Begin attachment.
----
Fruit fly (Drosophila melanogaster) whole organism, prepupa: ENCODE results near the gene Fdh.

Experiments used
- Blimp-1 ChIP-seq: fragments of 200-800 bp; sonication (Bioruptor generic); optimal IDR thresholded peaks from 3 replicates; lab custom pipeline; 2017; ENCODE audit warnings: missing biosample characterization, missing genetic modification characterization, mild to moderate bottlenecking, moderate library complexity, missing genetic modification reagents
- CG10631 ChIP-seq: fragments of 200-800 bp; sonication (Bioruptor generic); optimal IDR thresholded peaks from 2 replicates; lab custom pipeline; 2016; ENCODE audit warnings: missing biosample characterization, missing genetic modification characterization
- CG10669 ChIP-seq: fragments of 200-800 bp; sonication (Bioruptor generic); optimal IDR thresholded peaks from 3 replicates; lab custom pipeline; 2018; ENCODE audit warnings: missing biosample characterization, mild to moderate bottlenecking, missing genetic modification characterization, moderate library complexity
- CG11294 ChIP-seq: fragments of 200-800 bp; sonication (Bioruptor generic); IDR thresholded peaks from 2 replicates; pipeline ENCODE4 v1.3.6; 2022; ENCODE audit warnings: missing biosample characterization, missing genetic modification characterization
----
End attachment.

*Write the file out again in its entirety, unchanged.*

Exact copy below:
Fruit fly (Drosophila melanogaster) whole organism, prepupa: ENCODE results near the gene Fdh.

Experiments used
- Blimp-1 ChIP-seq: fragments of 200-800 bp; sonication (Bioruptor generic); optimal IDR thresholded peaks from 3 replicates; lab custom pipeline; 2017; ENCODE audit warnings: missing biosample characterization, missing genetic modification characterization, mild to moderate bottlenecking, moderate library complexity, missing genetic modification reagents
- CG10631 ChIP-seq: fragments of 200-800 bp; sonication (Bioruptor generic); optimal IDR thresholded peaks from 2 replicates; lab custom pipeline; 2016; ENCODE audit warnings: missing biosample characterization, missing genetic modification characterization
- CG10669 ChIP-seq: fragments of 200-800 bp; sonication (Bioruptor generic); optimal IDR thresholded peaks from 3 replicates; lab custom pipeline; 2018; ENCODE audit warnings: missing biosample characterization, mild to moderate bottlenecking, missing genetic modification characterization, moderate library complexity
- CG11294 ChIP-seq: fragments of 200-800 bp; sonication (Bioruptor generic); IDR thresholded peaks from 2 replicates; pipeline ENCODE4 v1.3.6; 2022; ENCODE audit warnings: missing biosample characterization, missing genetic modification characterization